WASHINGTON, Oct. 24, 2013 – USDA’s Food Safety Inspection Service (FSIS) yesterday released advance notice of a new guidance on humane handling of livestock. The document includes voluntary guidelines meant to assist producers “in minimizing excitement, discomfort and accidental injury,” according to the agency.
The guidance document provides industry with a list of voluntary best practices. While not mandatory, they ask producers to provide written procedures and records to be made available for FSIS review.
FSIS says it is releasing the document after members of the agriculture sector requested further direction on humane handling in their operations.
The guidance includes a sample assessment tool that should help producers pass FSIS inspections, the agency says. Those inspections cover areas like water and feed availability, ante-mortem inspection and electric prod use. (FSIS prohibits “excessive prodding” and the use of sharp objects.)
“The guidance is one example of our commitment to the humane treatment of animals. We continue to implement improvements so that we have the best system possible,” said FSIS Administrator Al Almanza after the document’s release.
Because the guidance has yet to be actually published in the Federal Register, Dave Warner of the National Pork Producers Council (NPPC) says his group is withholding comment until it sees a final copy. He said he was sure, however, that NPPC would provide input during the comment period.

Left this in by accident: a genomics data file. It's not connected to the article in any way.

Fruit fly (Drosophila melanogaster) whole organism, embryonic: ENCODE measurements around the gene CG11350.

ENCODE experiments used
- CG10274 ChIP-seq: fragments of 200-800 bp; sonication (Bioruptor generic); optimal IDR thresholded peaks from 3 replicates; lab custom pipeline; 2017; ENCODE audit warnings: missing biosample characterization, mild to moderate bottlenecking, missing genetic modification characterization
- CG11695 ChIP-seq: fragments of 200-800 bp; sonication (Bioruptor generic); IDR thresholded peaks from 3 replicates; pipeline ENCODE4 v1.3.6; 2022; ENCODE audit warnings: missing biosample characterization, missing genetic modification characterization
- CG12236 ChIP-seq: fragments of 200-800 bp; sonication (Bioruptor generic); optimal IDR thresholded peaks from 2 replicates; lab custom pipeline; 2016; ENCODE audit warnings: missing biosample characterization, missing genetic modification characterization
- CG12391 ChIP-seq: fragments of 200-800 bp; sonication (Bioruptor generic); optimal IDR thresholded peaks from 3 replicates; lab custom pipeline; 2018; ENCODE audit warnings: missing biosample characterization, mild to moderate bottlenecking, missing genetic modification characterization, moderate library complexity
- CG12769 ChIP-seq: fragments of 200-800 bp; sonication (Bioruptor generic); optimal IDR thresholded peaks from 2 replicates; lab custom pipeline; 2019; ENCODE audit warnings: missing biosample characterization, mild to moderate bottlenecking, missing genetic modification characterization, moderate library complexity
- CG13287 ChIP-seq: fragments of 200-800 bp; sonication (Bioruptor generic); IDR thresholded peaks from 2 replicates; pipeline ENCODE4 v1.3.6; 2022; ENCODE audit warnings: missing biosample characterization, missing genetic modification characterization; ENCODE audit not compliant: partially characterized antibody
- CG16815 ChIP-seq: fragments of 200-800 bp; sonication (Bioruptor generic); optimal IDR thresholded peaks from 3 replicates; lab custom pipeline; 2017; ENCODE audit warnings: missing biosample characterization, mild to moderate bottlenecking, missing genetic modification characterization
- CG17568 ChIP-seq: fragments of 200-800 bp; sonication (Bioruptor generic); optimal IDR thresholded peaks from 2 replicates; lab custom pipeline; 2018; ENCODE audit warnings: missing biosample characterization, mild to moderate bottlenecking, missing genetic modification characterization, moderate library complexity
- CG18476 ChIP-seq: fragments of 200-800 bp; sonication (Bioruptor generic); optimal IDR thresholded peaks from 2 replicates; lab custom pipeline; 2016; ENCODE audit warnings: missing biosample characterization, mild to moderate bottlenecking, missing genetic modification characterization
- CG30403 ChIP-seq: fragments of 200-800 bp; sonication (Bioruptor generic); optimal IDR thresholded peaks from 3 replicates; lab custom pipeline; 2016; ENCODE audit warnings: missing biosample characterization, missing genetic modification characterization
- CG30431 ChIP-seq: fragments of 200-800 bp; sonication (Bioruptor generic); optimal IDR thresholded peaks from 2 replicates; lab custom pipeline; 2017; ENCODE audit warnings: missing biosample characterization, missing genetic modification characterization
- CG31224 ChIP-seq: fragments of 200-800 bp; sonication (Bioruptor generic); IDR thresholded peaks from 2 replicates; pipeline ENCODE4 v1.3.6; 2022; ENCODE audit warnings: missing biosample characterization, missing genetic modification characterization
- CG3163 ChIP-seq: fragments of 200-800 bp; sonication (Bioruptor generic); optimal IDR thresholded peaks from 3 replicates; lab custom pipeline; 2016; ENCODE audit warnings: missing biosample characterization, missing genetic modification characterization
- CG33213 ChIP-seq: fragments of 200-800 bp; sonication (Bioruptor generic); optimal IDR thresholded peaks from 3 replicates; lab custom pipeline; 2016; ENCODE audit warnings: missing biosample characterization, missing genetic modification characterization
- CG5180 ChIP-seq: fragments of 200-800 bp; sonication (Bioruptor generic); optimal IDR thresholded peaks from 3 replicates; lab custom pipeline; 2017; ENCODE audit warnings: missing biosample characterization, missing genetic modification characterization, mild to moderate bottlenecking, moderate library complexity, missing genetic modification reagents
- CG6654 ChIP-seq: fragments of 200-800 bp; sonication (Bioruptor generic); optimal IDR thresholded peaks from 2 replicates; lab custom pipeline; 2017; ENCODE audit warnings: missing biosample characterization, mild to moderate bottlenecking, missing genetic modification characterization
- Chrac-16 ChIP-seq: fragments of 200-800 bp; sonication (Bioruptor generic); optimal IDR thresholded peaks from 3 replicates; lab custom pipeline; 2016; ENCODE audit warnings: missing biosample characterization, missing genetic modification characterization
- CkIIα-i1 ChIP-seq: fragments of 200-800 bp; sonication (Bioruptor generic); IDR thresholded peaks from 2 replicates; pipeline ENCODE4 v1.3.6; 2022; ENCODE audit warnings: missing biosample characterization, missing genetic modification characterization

This is just the latest humane handling adjustment for FSIS, which was cited in a 2010 Government Accountability Office report for “inconsistent” enforcement of its humane slaughter laws. Since then, the agency has been working on an “effective systematic approach to humane handling,” said a spokesperson.
A May USDA Office of the Inspector General (OIG) audit meant to evaluate FSIS’ enforcement of humane handling laws resulted in a better grade for the agency. “The OIG determination shows that FSIS’ enforcement of humane handling regulations, as well as its appeals process, is fair and consistent,” wrote Under Secretary for Food Safety Elisabeth Hagen when the departmental watchdog published the report this spring.
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